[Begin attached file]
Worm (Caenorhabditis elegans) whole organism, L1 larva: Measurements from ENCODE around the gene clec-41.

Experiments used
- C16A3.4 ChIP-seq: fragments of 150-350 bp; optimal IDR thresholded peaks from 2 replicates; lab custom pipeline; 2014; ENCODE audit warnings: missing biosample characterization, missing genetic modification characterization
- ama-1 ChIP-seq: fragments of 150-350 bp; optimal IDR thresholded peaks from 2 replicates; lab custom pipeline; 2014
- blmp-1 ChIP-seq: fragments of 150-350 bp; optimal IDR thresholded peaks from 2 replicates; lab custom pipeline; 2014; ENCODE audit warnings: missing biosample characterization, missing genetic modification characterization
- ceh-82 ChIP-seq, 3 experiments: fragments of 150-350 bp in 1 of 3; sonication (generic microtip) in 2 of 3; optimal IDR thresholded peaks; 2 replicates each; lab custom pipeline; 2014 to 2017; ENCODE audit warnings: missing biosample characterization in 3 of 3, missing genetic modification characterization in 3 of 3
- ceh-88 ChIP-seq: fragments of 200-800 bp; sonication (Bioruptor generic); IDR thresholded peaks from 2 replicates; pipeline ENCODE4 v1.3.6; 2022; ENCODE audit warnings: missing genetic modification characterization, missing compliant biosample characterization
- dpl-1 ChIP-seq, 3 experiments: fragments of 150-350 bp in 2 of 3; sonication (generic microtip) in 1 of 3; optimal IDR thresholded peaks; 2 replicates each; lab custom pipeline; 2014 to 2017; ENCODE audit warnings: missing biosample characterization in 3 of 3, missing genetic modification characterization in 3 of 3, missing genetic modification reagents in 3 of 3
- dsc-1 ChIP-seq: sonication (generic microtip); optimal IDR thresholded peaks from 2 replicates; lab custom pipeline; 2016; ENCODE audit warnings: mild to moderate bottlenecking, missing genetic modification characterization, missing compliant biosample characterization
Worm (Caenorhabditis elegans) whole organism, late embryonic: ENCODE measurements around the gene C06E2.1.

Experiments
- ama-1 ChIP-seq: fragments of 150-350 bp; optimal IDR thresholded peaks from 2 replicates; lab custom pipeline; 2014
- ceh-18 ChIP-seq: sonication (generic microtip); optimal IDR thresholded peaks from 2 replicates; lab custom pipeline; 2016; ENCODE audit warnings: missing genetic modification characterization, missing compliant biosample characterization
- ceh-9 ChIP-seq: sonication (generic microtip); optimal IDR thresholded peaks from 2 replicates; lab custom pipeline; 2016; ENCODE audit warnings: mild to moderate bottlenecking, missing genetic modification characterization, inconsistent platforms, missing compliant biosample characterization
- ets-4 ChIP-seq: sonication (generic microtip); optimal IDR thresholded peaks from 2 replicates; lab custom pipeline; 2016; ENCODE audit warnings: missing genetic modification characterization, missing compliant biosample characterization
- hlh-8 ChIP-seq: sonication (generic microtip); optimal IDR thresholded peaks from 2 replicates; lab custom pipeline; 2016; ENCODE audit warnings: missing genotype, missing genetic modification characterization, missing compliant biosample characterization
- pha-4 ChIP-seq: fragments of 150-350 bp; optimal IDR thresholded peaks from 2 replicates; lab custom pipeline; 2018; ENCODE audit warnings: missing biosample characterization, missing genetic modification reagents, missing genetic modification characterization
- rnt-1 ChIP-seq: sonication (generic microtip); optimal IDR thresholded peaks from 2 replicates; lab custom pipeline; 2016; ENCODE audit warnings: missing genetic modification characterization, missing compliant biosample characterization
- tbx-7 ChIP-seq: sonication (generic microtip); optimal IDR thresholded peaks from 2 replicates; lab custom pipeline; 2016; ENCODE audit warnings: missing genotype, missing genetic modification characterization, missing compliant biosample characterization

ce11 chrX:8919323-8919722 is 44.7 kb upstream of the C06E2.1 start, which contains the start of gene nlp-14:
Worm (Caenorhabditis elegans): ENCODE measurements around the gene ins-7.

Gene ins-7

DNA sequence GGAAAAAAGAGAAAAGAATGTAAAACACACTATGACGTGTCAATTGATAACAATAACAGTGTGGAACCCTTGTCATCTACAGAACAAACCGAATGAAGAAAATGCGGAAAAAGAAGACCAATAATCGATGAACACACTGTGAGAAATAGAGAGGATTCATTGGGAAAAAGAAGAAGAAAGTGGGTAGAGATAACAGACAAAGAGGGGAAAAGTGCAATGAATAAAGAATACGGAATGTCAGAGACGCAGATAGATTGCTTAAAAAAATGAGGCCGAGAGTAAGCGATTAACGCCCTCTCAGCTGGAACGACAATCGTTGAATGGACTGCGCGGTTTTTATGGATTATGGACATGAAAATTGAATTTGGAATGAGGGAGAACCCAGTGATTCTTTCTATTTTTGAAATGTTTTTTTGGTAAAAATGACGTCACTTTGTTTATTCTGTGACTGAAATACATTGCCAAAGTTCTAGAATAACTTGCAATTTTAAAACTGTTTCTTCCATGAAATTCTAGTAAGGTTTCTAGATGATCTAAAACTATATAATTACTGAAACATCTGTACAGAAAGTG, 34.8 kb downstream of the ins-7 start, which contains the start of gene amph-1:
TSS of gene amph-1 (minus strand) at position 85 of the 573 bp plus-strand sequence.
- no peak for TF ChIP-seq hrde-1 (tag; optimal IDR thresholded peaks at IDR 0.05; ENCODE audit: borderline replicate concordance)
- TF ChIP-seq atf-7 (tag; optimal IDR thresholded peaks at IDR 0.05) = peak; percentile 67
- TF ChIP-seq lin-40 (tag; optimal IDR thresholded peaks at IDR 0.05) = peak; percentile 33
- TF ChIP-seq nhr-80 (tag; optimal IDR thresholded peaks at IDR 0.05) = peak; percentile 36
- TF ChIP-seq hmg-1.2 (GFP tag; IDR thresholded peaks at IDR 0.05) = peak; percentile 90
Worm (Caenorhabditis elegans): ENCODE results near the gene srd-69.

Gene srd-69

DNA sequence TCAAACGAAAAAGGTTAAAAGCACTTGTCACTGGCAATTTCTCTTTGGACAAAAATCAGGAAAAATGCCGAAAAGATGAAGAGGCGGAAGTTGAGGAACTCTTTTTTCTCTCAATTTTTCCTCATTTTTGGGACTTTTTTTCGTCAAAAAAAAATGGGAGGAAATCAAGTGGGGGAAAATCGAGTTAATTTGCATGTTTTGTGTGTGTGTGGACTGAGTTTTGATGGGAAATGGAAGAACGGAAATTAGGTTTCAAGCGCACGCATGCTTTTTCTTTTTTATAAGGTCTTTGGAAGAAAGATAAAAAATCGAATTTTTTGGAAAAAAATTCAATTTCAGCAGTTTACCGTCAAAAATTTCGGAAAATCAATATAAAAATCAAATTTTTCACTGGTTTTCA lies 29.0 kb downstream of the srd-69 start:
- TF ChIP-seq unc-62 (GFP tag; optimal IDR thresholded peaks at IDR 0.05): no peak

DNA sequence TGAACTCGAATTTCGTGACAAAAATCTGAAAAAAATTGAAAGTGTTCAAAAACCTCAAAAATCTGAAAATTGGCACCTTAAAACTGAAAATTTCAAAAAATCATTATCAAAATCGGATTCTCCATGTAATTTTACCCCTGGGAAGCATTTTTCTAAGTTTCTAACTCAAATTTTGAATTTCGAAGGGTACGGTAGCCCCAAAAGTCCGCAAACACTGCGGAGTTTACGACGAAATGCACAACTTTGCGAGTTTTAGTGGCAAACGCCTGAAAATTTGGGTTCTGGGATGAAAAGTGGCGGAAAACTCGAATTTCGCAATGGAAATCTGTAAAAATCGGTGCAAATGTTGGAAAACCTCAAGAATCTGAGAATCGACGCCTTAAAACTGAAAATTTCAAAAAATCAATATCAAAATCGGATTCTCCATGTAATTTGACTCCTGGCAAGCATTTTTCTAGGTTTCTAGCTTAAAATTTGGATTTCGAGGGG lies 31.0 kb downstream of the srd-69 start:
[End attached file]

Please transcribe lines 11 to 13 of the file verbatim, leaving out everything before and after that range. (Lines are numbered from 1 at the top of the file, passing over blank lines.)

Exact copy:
Experiments
- ama-1 ChIP-seq: fragments of 150-350 bp; optimal IDR thresholded peaks from 2 replicates; lab custom pipeline; 2014
- ceh-18 ChIP-seq: sonication (generic microtip); optimal IDR thresholded peaks from 2 replicates; lab custom pipeline; 2016; ENCODE audit warnings: missing genetic modification characterization, missing compliant biosample characterization